Memories of Connacht Finals
"The first time I finished on the winning team was in '54 in Tuam versus Sligo. Sligo felt they were done out of a goal that day. I wouldn't subscribe to that. All those games in '56 were great. Have a special memory of the '56 game in Sligo versus Sligo. Nace O'Dowd took a 50 for Sligo. You (Jack Mahon) caught it, cleared it to me behind O'Dowd, a few solos and over the bar. After the game Tony Sheridan of the Imperial Hotel allowed me to phone my old friend Paddy Hughes in New York with the result. They are all great dogs and games to remember. The broken crossbar final we lost to Roscommon in 1962 and O'Malley's brilliant last quarter I'll never forget."
Top Connacht men I met
"Gerry O'Malley, Padhraic Carney, Nace O'Dowd, Tom Langan and Packy McGarty, of course.
Gerry O'Malley - a footballer all the way. Very difficult to beat and very angular. Great pair of hands - and an absolute gentleman.
Padhraic Carney - didn't play too often on him. Very strong, built close to the ground, great hips, well able to use himself, powerful, fast, great kick.
Nace O'Dowd - very powerful and a sportsman too. Lovely to play with for Connacht.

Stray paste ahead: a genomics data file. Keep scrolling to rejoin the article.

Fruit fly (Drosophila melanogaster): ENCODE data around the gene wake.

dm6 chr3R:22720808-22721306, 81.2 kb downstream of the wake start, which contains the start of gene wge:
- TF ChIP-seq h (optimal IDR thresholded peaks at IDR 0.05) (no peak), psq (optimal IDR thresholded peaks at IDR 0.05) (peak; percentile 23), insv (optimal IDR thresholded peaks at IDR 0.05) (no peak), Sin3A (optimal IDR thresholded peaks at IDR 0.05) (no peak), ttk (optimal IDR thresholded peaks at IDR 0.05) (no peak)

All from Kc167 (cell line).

Packy McGarty - roamed the field up and down. Indefatigable. Great to play with in a Connacht half forward line. You couldn't tire him.
Tom Langan - I'll never forget meeting Tom Langan the night of their hammering us in Tuam in th e'51 final. I was going into Seapoint. He was a quiet man but he pulled me aside and said 'Seaneen, don't worry. It may seem blue for you tonight, but your day will come. I played in six Connacht Finals before I won one. You'll win many a one yet. I'll never forget that advice from him."
The standard of refereeing bothers him a lot. He laments all the pulling and dragging. "It's hand out all the time, catching the jersey, catching anything. Frees every minute. The personal foul rule is not observed or administered. I'm reluctant to criticise, never having done any myself. It's a pity more footballers don't take it up after retiring. Johnny Geraghty was excellent but he became unpopular for being so good. For a time referees were letting everything go and you could get killed in the interest of letting the game flow. It's all a bit of a mess. Possession football isn't helping either, certainly overdoing it. Paddy Collins was a great referee. We'd need more like him. It was a great pity that when the personal foul rule was first applied one of the first sent to the line, John O'Keeffe - a perfect gentleman - turned the country against it. We should keep it up."
This year's final
"Roscommon to win again. I have marvellous respect for Tony McManus - a terrific player - I hope he goes on to win an All-Ireland. A great sportsman too. I admire big Liam McHale also. He hasn't got the hang of it this year yet. Must be hard to change from one game to another in mid year. When he hits it he is great. The way he zoomed in to collect the breaking ball and goal versus Galway in Tuam was sheer class."
So ended my interview with my great friend and old comrade. I'm sure we will meet as usual at the game.
Taken from Hogan Stand magazine
24th July 1992